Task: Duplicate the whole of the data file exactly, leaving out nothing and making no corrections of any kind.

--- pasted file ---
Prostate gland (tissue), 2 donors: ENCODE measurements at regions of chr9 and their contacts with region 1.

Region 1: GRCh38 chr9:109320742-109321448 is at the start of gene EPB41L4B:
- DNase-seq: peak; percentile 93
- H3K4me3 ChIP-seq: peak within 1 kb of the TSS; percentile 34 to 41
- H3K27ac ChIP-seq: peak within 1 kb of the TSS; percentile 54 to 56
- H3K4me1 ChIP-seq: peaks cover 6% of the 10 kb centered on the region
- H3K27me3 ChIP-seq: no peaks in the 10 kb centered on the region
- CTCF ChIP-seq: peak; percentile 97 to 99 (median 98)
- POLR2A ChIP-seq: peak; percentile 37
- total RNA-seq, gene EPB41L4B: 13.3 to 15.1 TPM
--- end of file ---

Prostate gland (tissue), 2 donors: ENCODE measurements at regions of chr9 and their contacts with region 1.

Region 1: GRCh38 chr9:109320742-109321448 is at the start of gene EPB41L4B:
- DNase-seq: peak; percentile 93
- H3K4me3 ChIP-seq: peak within 1 kb of the TSS; percentile 34 to 41
- H3K27ac ChIP-seq: peak within 1 kb of the TSS; percentile 54 to 56
- H3K4me1 ChIP-seq: peaks cover 6% of the 10 kb centered on the region
- H3K27me3 ChIP-seq: no peaks in the 10 kb centered on the region
- CTCF ChIP-seq: peak; percentile 97 to 99 (median 98)
- POLR2A ChIP-seq: peak; percentile 37
- total RNA-seq, gene EPB41L4B: 13.3 to 15.1 TPM